Craigflower Elementary School

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Craigflower Elementary School
Craiglower logo.png
2766 Admirals Rd
Victoria, British Columbia, V9A 2R3
School type Coeducational public elementary school
Founded 1854[1]
School board School District 61 Greater Victoria
Superintendent Mr John Gaiptman
Principal Mrs C. Coughlin
Grades K-5
Enrollment 200
Language English
Area Gorge-Tillicum/Esquimalt

Craigflower Elementary School is a public elementary school located in Victoria, British Columbia, Canada. It is the current version of the oldest schoolhouse in Western Canada, and National Historic Site,[1] Craigflower Schoolhouse, and the third school to be called "Craigflower".[2] The third, and current Craigflower School was constructed in the same location in 1963, and has been in constant use for more than half a century.[2]


The original Craigflower Schoolhouse, viewed from the front.

Originally constructed as Maple Point School in 1854, on the order of Alexander McKenzie, it was founded as part of Craigflower Farm, one of Western Canada's first farming communities.[3] It provided education and boarding services to students until 1911 when it was replaced by a larger wooden schoolhouse built across the road. In 1915, the first Parent-Teacher Association in Western Canada was established at Craigflower — just prior to the first school strike in Western Canada, which took place in 1919.[4]

The school is located the ancestral territory of the Lekwungen, a Coast Salish tribe and ancestors of the modern Esquimalt and Songhees First Nations — both of whom have Reserves located nearby.[5][6][7] Known as "Kosapsom" to the indigenous people, it was previously the location of a village site, and the current structure is built upon a large shell midden created by several millennia of intermittent human habitation.[7]


Modern Craigflower Elementary[edit]

Originally a K-7 school, Craigflower underwent a "significant change" in 2002, as School District 61 reconfigured its educational system to include middle schools — originally with a population of around 245, the school lost some 80 students and 6 teachers to nearby Shoreline Middle School, and became a candidate for future closure during cost-cutting measures.[8] In addition, the school has a large First Nations population which is served by having classes teaching First Nations skills, and a split kindergarten class year.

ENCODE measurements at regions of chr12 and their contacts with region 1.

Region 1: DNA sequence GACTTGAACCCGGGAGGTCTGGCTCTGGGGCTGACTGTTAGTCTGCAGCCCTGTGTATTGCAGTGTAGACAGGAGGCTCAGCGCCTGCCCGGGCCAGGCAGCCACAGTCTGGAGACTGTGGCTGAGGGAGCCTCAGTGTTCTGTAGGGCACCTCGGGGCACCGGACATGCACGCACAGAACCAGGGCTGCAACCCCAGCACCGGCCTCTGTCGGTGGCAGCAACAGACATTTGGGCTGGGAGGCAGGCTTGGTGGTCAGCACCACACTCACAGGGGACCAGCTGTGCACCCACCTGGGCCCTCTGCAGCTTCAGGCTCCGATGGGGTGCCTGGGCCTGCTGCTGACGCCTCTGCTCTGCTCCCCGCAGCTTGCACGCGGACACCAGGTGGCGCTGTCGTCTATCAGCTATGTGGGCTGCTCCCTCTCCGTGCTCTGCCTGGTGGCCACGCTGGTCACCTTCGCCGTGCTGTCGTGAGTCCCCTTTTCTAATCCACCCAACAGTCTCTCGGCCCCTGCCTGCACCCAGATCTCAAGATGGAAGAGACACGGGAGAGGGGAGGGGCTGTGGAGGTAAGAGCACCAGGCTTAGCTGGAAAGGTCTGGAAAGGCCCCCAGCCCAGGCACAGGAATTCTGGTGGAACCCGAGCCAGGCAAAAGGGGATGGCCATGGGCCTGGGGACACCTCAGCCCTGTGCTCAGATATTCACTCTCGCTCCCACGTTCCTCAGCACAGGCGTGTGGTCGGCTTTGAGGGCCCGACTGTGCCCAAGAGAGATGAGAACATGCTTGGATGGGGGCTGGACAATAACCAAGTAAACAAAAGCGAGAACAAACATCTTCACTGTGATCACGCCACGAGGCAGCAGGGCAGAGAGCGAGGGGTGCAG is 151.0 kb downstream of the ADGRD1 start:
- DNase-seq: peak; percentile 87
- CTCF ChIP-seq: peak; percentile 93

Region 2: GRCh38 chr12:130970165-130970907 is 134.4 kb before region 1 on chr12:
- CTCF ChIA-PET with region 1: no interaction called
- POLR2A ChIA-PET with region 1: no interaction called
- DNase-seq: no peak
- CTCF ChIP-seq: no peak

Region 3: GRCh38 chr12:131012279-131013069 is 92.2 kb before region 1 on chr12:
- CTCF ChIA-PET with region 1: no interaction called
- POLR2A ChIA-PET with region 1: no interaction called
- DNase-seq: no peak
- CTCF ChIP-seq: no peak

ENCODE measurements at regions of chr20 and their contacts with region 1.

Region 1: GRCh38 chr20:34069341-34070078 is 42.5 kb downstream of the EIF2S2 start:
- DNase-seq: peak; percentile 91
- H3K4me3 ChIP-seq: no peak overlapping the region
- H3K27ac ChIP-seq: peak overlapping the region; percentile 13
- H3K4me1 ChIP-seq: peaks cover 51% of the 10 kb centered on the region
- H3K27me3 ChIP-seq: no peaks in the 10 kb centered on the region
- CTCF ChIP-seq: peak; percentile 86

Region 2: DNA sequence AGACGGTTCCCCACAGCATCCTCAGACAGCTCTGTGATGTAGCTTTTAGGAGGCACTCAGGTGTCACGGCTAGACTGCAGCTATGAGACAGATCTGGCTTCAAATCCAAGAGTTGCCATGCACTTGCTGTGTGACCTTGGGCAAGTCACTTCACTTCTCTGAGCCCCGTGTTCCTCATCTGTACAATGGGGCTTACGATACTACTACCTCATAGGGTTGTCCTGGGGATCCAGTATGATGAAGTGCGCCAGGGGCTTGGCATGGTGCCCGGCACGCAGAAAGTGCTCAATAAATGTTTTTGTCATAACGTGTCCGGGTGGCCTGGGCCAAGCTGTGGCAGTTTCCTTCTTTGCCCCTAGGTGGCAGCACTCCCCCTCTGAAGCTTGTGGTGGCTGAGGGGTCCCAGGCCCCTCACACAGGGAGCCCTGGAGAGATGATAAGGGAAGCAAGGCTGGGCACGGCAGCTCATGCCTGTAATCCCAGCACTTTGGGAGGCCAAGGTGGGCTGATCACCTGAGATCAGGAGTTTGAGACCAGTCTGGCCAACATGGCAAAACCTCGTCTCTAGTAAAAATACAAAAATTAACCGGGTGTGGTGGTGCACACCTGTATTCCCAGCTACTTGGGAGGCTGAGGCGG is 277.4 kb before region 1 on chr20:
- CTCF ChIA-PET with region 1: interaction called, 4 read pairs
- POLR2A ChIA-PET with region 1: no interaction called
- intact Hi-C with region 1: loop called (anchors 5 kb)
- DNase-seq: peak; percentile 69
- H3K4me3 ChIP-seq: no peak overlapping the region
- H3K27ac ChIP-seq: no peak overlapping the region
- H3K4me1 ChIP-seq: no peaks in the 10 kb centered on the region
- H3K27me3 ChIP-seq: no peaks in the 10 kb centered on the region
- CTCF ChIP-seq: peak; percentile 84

In 2000, the school was honored by the Provincial Government for an innovative program called "Successmaker", which used computer software to help educators bring struggling students up to their normal skill levels in a number of fundamental areas such as reading and mathematics — with an average improvement worth 8 months of classwork. The program, run by Gen Gleason, First Nations skills teacher, was featured in the "Bright Lights: stories of success and excellence from B.C. elementary schools" booklet which was distributed to all elementary schools in the province.[5]

However, many students still struggle to achieve academic success — district graduation rates for First Nations students remain low, relative to others.[5] Craigflower takes part in many activities designed to help their First Nations students, such as backpack and school supply give-aways funded by non-profit and government sources.[9] Nonetheless, Craigflower's close proximity to its historic predecessor provides many opportunities for teaching students about local and provincial history. In 2003, the Royal B.C. Museum hosted a collection of work created by students, including those from Craigflower, which explained the history of the local sport of lacrosse.[10] In 1999, students took part in dramatic recreations at the old schoolhouse, aimed to entertain and educate children about colonial times.[11]

The school is also active in athletics, with a gymnasium and active soccer team. In 1999, the school took part in "an innovative and interactive cross-country bicycle tour", as one of the 80 host schools chosen from across Canada to greet a national team of riders as they visited every province and territory by bike as part of the Canadian Heritage Interactive Journey.[12]


  1. ^ a b "Canada's Historic Places: Craigflower Schoolhouse". Canadian Register of Historic Places. 2007-04-20. Archived from the original on 2007-09-27. Retrieved 2007-07-06. 
  2. ^ a b "History of Craigflower Elementary School". School District 61 Greater Victoria. Archived from the original on 2007-09-22. Retrieved 2007-12-03. 
  3. ^ "Craigflower Manor and Schoolhouse: An Original Hudson's Bay Company Farm". Government of British Columbia. 2007-06-19. Archived from the original on 2008-07-25. Retrieved 2007-07-06. 
  4. ^ Dunae, Patrick. "Public education celebrates 150 years". Times Colonist. pp. A.11. 
  5. ^ a b c Dutton, Ian (2000-05-09). "Bright Lights: Craigflower school's First Nations students benefit from literacy program". Times Colonist. pp. B.1.FRO. 
  6. ^ Bryce, Cheryl; Brenda Sam. "Coast Salish Collections: Archeology and Ethnology of the Gulf of Georgia". Heritage BC. Archived from the original on 2007-09-30. Retrieved 2007-07-12. 
  7. ^ a b "History of Kosapsom". Heritage BC. 1999. Archived from the original on 2007-09-30. Retrieved 2007-07-07. 
  8. ^ Rud, Jeff (2002-06-28). "School's out, but realignments mean change for some students". Times Colonist. pp. B.1.FRO. 
  9. ^ Gauk, Matthew (2007-08-19). "Backpack picnic gives aboriginals a head start; With supplies for classes, children receive a message". Times Colonist. pp. B.2. 
  10. ^ Blake, Joseph (2003-05-08). "Heritage Fair showcases students' work". Times Colonist. pp. C.12. 
  11. ^ Leger, Patricia (1999-11-19). "Drama puts kids in pioneer role". Times Colonist. pp. D.11. 
  12. ^ McCulloch, Sandra (1999-04-12). "Students take superhighway for trip". Times Colonist. pp. C.2. 

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